A Day in the Life of Warren Mok, Founder of Opera Hong Kong
Don José in Carmen, Cavaradossi in Tosca, Calaf in Turandot and Radames in Aida: Warren Mok has played them all. The Beijing-born, Hong Kong-based tenor has built a repertoire of 60 operatic roles since his European debut in 1987 at the Deutsche Oper Berlin. In the vein of Pavarotti, Domingo and Carreras, he is one of China’s “Three Tenors”—alongside Dai Yuqiang and Wei Song; in 2012, the trio toured the world to promote Chinese culture. His love for opera motivated him to set up Opera Hong Kong, a company that stages productions and organises youth education and singing programmes. His efforts in cultivating a culture of appreciation for opera saw him awarded the Bronze Bauhinia Star by the Hong Kong Special Administrative Region this year, one of many awards and titles he has received both locally and internationally.
His next production, Madama Butterfly, the classic tragic love story by Puccini, will run from October 6 to 10. We caught up with Mok to learn about a day in his life.
I go to bed very late, at around 2am. So my regular wake-up time is 10am. Before 10am, you cannot find me. I turn off the phone so no one can disturb me. That is me being an artistic director. But if I have a performance that day, I will get up even later, at around 11am.
I have oatmeal, eggs—scrambled or sunny side up—and a piece of toast. That’s it. The first thing I do right after breakfast is turn on the television for the local and international news, not music. I like to see what’s going on in the world.
If it’s a performance day, I skip breakfast and go right into lunch around 12.30. I don’t eat anything spicy, even though I love it [spices can affect the voice], and I make sure I have a really filling lunch, with meat—because lamb or beef gives me good energy—and pasta or rice. I need a lot of energy for singing because we use our diaphragm to produce the voice that resonates through the hall; we never use microphones for operas in a theatre or concert hall. So I have to be very careful with what I eat. I love good food. Cantonese cuisine is my first choice, then Italian, French, Spanish, in that order.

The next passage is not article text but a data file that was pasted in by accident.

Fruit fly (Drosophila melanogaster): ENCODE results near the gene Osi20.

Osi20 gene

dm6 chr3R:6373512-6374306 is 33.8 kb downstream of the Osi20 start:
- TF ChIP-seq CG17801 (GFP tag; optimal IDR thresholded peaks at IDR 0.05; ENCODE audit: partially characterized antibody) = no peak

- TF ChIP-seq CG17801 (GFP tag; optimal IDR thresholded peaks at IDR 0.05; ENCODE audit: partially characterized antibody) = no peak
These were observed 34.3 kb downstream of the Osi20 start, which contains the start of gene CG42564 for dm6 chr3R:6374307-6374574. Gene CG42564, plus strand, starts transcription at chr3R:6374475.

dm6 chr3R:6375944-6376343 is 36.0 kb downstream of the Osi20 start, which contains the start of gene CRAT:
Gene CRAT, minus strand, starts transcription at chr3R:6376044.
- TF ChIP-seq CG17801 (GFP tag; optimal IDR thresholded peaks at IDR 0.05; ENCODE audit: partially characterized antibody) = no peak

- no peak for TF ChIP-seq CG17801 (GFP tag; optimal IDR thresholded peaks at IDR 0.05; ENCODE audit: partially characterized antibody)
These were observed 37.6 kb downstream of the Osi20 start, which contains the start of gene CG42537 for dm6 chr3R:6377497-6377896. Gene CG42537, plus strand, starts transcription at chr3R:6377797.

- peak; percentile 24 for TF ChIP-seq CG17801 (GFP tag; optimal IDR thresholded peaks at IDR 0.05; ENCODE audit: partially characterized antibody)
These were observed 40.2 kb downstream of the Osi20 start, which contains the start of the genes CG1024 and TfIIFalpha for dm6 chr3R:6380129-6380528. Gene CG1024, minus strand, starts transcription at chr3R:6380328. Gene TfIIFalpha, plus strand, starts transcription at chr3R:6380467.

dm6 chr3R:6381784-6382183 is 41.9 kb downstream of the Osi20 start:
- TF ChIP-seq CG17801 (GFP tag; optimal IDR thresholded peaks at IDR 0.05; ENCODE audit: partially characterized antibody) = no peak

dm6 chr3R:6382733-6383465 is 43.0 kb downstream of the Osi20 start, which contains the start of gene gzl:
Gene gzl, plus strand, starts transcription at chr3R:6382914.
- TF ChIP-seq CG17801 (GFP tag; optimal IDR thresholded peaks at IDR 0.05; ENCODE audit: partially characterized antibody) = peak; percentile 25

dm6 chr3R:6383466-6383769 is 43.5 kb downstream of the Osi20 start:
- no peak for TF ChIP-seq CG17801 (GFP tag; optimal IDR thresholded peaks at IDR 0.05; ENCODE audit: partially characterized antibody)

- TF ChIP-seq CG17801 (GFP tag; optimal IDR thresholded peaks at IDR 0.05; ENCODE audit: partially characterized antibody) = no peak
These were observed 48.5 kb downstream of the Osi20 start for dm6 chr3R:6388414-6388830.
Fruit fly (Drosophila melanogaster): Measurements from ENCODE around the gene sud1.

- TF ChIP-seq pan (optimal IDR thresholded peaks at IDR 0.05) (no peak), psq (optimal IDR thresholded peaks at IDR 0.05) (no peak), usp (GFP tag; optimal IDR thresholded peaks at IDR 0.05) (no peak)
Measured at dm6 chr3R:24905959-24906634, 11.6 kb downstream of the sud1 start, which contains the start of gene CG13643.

But if I’m not performing that day, I can eat anything. I will have lunch at around half-past one or two o’clock. If I feel good that day, I warm up my voice by singing for half an hour, and then go to my office.
On a performance day, I go back to my hotel room [if I am overseas] after lunch and take a nap for two hours, and then warm up my voice and get ready to perform in the evening. In Hong Kong, I am just an artist director, generally speaking. I don’t perform here that often anymore. But if I have to sing in Hong Kong, I just stay home the whole day.
I have a very light meal before my performance, maybe a sandwich. Otherwise, I will fall asleep. Sometimes the opera is very long – three or four hours long. Between acts, I have an apple or banana to give me some energy.
After every performance, I get so hungry, I’m dying for some stir-fried noodles. I remember one time I was singing in Sweden. I tried to find a restaurant after 10am, but all the restaurants were closed. I had to find a petrol station and I had a hot dog. Oh my gosh.
I get so excited, especially after a very good performance. To wind down, I watch television, either the news or some drama or a movie. If it’s YouTube, of course it’s going to be music, symphonies or operas. If it’s Netflix, what I watch depends on my mood. Sometimes, I go for comedies, sometimes drama, adventure or action films. Recently, I’m really into The Crown because I met the Queen. She watched me perform and shook my hand, and I talked to her and Prince Philip. That made me more interested to learn about their history through the series.